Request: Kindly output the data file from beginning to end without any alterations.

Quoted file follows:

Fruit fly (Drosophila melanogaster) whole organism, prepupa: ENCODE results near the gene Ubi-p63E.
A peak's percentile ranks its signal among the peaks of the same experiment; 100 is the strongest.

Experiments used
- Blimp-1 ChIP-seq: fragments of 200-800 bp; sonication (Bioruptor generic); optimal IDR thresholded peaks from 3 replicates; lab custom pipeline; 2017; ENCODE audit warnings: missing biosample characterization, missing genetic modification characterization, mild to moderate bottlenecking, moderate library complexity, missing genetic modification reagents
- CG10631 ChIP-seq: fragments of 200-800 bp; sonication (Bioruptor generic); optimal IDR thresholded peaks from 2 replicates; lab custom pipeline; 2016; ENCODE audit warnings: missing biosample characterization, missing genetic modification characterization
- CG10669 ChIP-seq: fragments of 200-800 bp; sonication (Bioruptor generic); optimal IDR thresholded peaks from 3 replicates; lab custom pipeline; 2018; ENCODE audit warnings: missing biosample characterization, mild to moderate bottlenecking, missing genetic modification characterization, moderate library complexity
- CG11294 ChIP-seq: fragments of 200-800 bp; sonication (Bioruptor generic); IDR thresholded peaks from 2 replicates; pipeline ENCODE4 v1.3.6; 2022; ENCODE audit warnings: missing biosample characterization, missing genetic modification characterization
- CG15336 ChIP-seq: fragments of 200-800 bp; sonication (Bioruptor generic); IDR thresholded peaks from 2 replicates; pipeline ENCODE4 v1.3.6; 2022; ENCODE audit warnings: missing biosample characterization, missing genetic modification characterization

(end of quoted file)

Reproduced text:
Fruit fly (Drosophila melanogaster) whole organism, prepupa: ENCODE results near the gene Ubi-p63E.
A peak's percentile ranks its signal among the peaks of the same experiment; 100 is the strongest.

Experiments used
- Blimp-1 ChIP-seq: fragments of 200-800 bp; sonication (Bioruptor generic); optimal IDR thresholded peaks from 3 replicates; lab custom pipeline; 2017; ENCODE audit warnings: missing biosample characterization, missing genetic modification characterization, mild to moderate bottlenecking, moderate library complexity, missing genetic modification reagents
- CG10631 ChIP-seq: fragments of 200-800 bp; sonication (Bioruptor generic); optimal IDR thresholded peaks from 2 replicates; lab custom pipeline; 2016; ENCODE audit warnings: missing biosample characterization, missing genetic modification characterization
- CG10669 ChIP-seq: fragments of 200-800 bp; sonication (Bioruptor generic); optimal IDR thresholded peaks from 3 replicates; lab custom pipeline; 2018; ENCODE audit warnings: missing biosample characterization, mild to moderate bottlenecking, missing genetic modification characterization, moderate library complexity
- CG11294 ChIP-seq: fragments of 200-800 bp; sonication (Bioruptor generic); IDR thresholded peaks from 2 replicates; pipeline ENCODE4 v1.3.6; 2022; ENCODE audit warnings: missing biosample characterization, missing genetic modification characterization
- CG15336 ChIP-seq: fragments of 200-800 bp; sonication (Bioruptor generic); IDR thresholded peaks from 2 replicates; pipeline ENCODE4 v1.3.6; 2022; ENCODE audit warnings: missing biosample characterization, missing genetic modification characterization